Category Archives: NRO Research Bloggers

A Tale of Two Spectres: Will the Real Syderstone Ghost Please Stand Up

Search online for the Syderstone Ghost (Syderstone is a village near Fakenham in Norfolk) and you will find one strong connection. Look a little closer and you will come across a less well-known contender. Fortunately, Norfolk Record Office has you … Continue reading

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From Gunpowder to Fire Engines: The Role of the Cannonier in looking after Norwich’s seventeenth-century fire Fighting Equipment

Today, the Norfolk Fire and Rescue Service protects Norwich, along with the rest of the county, using dozens of emergency vehicles and a range of advanced equipment. In the seventeenth century (when most buildings were made of wood) the technology … Continue reading

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‘It was a dreadful sight to see!’ Descriptions of the Crimean War

‘It was a dreadful sight to see! Both to my left and right men were cut away from me. I thought it would be my turn every minute but, thank God I have escaped as yet.’ These words were written … Continue reading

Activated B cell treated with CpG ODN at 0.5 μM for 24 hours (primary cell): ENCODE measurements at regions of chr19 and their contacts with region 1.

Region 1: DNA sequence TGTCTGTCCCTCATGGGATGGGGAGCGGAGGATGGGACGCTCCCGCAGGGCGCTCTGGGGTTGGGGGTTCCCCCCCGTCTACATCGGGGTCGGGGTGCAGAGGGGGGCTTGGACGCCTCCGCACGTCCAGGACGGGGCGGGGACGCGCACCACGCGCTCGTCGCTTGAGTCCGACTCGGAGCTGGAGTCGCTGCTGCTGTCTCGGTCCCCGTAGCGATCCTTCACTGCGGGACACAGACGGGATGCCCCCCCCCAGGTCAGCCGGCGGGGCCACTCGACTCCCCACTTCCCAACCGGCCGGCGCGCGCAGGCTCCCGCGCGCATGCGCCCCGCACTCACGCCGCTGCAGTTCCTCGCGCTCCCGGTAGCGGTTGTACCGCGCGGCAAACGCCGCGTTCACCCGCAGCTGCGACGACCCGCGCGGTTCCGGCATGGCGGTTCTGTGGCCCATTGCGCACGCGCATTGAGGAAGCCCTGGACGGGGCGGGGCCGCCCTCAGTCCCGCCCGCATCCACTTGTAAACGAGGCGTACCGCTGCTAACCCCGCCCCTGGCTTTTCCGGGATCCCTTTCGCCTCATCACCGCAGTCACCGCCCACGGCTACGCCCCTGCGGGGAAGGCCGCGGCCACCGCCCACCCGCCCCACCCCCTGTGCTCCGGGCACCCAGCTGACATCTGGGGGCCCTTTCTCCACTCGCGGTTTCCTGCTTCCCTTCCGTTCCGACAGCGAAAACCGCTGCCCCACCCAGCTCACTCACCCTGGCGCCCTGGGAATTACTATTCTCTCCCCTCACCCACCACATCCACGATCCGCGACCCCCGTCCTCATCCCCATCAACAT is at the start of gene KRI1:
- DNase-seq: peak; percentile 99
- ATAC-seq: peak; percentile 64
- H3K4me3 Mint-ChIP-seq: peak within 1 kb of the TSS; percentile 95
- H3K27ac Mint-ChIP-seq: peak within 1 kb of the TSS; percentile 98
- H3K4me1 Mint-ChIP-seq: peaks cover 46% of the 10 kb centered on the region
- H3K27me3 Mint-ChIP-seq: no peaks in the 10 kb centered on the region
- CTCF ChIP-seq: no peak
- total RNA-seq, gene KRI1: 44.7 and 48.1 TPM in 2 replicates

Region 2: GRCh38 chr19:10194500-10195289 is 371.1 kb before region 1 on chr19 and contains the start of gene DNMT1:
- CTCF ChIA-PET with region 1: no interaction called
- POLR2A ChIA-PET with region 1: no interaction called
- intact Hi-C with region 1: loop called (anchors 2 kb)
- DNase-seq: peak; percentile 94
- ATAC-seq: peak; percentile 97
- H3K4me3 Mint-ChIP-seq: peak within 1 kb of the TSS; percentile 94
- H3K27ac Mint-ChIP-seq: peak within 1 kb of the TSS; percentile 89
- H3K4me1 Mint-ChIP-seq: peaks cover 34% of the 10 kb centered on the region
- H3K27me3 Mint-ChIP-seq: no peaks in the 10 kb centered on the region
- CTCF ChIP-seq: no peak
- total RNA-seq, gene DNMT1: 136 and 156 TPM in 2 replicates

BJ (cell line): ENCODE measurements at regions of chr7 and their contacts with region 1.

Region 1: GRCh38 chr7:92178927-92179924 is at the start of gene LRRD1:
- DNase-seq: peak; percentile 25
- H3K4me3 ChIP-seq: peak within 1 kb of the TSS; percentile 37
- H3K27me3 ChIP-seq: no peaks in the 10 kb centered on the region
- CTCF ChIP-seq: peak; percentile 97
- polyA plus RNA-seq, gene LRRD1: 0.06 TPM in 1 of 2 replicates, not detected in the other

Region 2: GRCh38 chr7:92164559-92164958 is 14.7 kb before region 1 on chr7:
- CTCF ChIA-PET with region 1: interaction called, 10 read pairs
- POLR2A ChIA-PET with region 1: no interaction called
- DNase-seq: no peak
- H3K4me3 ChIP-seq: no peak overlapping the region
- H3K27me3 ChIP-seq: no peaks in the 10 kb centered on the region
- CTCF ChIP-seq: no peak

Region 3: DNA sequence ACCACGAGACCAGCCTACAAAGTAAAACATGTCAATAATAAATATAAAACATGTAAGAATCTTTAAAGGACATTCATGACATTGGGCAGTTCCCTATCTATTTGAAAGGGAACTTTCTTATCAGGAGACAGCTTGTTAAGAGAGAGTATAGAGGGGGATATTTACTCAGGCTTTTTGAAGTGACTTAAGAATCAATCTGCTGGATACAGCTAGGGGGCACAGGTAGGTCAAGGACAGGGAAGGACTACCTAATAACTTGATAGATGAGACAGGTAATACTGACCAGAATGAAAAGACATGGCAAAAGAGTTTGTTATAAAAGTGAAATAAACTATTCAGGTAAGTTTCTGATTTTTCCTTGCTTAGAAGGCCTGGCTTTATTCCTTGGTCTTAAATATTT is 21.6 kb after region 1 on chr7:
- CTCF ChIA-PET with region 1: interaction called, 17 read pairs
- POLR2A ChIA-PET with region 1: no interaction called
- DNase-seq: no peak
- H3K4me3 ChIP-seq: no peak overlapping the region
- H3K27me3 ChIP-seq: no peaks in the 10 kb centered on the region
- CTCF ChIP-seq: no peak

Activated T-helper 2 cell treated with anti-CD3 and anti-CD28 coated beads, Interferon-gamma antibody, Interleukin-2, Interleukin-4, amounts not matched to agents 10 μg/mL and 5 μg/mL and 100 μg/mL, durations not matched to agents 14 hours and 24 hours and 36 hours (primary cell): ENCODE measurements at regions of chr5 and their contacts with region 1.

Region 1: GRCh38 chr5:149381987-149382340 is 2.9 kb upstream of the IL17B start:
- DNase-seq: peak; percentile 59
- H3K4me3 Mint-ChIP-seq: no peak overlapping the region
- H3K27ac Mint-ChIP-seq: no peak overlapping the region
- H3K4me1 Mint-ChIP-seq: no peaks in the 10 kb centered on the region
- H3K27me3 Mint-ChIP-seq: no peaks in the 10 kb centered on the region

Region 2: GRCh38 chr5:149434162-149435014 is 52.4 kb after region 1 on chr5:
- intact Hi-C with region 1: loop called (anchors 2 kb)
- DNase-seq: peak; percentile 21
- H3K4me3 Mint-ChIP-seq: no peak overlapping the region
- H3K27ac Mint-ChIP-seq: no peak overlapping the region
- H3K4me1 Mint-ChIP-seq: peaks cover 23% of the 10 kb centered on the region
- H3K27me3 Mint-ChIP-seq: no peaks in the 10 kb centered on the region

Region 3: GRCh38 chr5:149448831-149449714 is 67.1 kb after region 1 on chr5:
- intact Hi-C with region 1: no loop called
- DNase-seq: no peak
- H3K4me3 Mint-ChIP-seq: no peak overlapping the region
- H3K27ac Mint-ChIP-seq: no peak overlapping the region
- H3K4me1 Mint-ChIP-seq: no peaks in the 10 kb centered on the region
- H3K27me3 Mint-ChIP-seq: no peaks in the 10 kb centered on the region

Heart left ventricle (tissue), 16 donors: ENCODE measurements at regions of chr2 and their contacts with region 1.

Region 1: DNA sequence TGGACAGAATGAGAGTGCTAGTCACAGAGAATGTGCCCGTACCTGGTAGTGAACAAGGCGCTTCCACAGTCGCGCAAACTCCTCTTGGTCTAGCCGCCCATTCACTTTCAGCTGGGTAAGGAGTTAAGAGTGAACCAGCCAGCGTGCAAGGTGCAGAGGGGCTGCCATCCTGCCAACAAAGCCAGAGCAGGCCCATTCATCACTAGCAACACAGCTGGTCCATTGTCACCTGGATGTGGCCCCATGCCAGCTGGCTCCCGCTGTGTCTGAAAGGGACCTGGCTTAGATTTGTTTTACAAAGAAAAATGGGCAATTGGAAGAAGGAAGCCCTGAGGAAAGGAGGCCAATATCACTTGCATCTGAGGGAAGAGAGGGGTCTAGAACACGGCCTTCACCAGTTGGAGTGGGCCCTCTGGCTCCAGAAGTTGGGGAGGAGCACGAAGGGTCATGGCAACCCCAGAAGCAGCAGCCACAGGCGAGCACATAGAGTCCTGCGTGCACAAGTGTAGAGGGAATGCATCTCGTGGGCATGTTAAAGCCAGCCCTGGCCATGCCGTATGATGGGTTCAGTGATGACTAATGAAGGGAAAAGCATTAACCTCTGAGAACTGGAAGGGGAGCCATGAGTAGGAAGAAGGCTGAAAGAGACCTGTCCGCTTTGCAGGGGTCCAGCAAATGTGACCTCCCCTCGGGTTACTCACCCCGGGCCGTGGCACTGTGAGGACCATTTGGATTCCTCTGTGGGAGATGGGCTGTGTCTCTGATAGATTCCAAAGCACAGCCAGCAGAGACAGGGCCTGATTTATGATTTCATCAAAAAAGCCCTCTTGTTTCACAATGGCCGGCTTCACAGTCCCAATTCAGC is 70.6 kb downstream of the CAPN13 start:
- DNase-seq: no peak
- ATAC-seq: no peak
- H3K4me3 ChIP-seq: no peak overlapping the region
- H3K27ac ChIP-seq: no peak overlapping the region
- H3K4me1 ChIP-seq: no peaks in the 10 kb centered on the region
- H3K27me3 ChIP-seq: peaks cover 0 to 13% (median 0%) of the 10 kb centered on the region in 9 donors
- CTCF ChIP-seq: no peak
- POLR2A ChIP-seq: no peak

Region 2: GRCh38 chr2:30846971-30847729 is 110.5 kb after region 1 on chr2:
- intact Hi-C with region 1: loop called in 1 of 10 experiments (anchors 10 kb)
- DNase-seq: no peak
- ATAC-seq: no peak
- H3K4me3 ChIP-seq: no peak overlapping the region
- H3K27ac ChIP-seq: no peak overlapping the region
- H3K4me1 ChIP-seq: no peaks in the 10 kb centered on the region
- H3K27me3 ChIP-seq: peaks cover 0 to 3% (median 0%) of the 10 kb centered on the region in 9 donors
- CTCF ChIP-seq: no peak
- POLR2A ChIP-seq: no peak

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‘I suppose you think that I am shot’: Problems writing home from the Crimean War.

‘I suppose that you think that I am shot since you have not heard from me for so long but thank God I am not yet but I have had some near escapes.’ These are the words of Private Thomas … Continue reading

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Norwich Building Control Plans Indexing Project: a Volunteer’s Musings

As someone who loves studying twentieth century British social history (and has ambitions to become an archivist!), volunteering at the Norfolk Record Office was an opportunity I couldn’t resist. Participating in the Norwich building control plans indexing project (NRO, N/EN … Continue reading

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The experiences of the Earl of Albemarle during the Boer War: Part 3

After visiting the wounded from the previous days, Albemarle and his men marched back to Pretoria where they were provided with fresh clothes. That day the Earl also caught a glimpse of Baden-Powell, the future founder of the Scouts, who … Continue reading

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The experiences of the Earl of Albemarle during the Boer War: Part 2

Albemarle and his battalion arrived in the ‘badly laid out’, ‘half savage’ town of Bloemfontein. The earl was especially happy to see the Union Jack waving above the town and the ‘pleased reaction’ of Lord Roberts after inspection. His cheerfulness … Continue reading

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Messing about on the river 1878 style

On Monday 26th August 1878 four friends, including the artist Ernest Arthur Freeman, set off from New Mills, Norwich on a five day canoe trip down the Yare and up the Waveney via the New Cut. The tourist industry on … Continue reading

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